Manitoba Historical Society
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Recollections of a Journey

Manitoba Pageant, Summer 1978, Volume 23, Number 4

This article was published originally in Manitoba Pageant by the Manitoba Historical Society on the above date. We make this online version available as a free, public service. As an historical document, the article may contain language and views that are no longer in common use and may be culturally sensitive in nature.

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Fort Garry, Feb. 20, 1872.

Dear Frank,

Your very kind and welcome letter came to hand on the 5th of the present month. You know it takes a long time to find its way to Winnipeg P.O. Now Frank I will have to tell you about our long journey through water, land, snow and ice. Well, here goes. We all embarked on board the steamer Chicona on the 21st. of October at Collingwood, and had a splendid sail through the Bay Sault St. Marie and Lake Superior, landed at Thunder Bay Oct. 24. Then came a march of 47 long miles on the Dawson Road. It was performed in two days through a very heavy snow storm and at night it would freeze our clothes stiff and you can fancy sleeping in wet clothes outside. But it would not do to growl, only up and try it again. About 6 P.M. on the second day we reached Lake Shebandowan very tired. Here we got our clothes dried and took to the boats next day, and .t night stick up our tents, build a big fire, cook supper, soften our "hard tack", turn in, and we were asleep without rocking. Next morning the programme was resumed. Sometimes the sun would shine, but seldom. On the Portages the men had to work very hard to get the stuff all over ... On Loon River we had to get out and lift our boats through. We were in the water for five hours at a time. At another Lake we had to cut our way through ice an inch thick, but our boys kept up their spirits wonderfully well.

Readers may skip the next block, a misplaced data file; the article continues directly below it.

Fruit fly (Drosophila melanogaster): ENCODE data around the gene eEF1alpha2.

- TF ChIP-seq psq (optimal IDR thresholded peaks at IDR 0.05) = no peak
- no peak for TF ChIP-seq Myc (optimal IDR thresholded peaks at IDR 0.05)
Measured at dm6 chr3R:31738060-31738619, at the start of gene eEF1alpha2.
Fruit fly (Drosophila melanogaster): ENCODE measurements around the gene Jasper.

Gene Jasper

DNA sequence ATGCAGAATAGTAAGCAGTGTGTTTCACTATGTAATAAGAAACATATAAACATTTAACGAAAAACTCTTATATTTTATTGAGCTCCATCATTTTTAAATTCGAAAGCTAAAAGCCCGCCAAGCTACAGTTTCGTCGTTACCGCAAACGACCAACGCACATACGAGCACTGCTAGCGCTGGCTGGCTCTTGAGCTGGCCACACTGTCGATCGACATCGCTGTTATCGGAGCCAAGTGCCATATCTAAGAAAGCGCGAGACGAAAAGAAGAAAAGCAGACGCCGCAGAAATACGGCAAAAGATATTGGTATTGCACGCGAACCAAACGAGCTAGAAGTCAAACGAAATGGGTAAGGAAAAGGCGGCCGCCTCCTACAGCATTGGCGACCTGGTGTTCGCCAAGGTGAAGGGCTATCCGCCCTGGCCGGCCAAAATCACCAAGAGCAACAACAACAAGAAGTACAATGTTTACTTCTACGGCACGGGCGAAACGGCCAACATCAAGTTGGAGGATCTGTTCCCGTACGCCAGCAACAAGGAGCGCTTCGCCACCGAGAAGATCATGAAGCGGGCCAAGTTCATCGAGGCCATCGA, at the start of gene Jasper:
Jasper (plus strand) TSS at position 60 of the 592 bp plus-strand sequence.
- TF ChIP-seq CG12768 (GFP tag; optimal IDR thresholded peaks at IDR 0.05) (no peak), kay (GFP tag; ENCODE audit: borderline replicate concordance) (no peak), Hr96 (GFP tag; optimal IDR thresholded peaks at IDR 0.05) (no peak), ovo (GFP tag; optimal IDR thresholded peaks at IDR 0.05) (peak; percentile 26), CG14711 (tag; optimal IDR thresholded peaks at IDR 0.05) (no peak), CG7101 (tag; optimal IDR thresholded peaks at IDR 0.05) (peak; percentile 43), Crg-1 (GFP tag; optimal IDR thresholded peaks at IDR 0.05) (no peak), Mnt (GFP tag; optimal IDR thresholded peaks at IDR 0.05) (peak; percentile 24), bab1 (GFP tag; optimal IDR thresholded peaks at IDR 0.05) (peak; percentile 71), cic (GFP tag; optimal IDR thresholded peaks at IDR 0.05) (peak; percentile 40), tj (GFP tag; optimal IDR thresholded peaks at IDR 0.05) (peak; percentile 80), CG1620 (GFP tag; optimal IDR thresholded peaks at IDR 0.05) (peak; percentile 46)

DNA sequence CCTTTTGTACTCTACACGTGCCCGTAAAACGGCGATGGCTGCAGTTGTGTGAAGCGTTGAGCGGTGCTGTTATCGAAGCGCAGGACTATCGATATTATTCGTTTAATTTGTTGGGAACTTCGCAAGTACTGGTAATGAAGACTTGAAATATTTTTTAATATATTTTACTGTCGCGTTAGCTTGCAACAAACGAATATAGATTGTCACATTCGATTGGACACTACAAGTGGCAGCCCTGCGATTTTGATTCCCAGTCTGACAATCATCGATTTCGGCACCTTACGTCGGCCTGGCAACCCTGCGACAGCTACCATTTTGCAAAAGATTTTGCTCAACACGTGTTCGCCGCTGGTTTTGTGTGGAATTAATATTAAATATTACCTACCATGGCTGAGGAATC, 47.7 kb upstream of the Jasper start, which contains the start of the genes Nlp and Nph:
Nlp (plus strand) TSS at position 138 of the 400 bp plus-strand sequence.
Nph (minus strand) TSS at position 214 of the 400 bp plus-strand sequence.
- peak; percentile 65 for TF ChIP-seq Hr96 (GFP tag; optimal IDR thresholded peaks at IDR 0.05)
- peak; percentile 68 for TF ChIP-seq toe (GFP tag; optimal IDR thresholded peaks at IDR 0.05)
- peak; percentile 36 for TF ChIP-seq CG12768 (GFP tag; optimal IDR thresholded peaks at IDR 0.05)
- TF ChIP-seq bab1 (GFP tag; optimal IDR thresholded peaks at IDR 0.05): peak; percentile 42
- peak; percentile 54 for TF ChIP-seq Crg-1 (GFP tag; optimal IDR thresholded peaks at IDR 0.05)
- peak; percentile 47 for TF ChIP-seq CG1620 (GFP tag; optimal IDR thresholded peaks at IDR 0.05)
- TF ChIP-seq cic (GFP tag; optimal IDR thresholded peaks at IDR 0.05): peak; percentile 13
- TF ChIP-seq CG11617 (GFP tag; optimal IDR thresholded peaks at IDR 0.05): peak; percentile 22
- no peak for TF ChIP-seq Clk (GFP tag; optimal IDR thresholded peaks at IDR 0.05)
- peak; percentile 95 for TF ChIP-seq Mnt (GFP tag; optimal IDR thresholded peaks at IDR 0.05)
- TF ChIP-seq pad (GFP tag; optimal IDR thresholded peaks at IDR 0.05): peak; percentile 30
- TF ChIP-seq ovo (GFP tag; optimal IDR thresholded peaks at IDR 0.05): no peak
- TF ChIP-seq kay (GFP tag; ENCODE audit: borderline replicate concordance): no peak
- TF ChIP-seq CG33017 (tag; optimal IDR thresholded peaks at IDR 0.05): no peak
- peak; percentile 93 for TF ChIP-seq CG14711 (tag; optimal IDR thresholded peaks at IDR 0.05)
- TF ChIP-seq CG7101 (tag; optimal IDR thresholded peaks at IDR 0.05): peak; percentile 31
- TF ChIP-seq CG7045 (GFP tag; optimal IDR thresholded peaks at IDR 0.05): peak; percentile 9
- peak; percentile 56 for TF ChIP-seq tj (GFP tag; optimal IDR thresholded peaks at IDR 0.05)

On the Lake of the Woods we were almost lost. The wind was so high, Captain Scott gave orders to run into the lea of an island, and we remained there for a day. Next day we had a fine sail over the lake until we came to within twelve miles of the north west angle, when ice again stopped our proceeding. We attempted to cut it, but it was too thick, so we had to get out and march up the ice at the angle. There were horses, oxen, waggons, sleighs, carts, and in fact every description of conveyance you could imagine. The 110 miles of prairie we made in 4 days, arriving in Fort Garry on the 18th of November, a rather quick trip considering the time of the year, and dear Frank, I am safe and sound in Fort Garry. We have some fine times in the Barracks when not on duty. I am very sorry that Mother and Allie got up a dinner for the folks in Perth because I don't think they deserved it. Hope you made that turkey look sick. I know I should have done so if I had been in the vicinity of Burgess Mills about that time. Thanking you for your kind letter, I will bring this to a close. Give my love to Father, Mother, and all inquiring friends, from,

Yours truly, affectionate
Uncle Bill.

Contributed by Mrs. Iris Allan, Edmonton, Alta.
The identity of the writer is unknown.

Page revised: 20 July 2009

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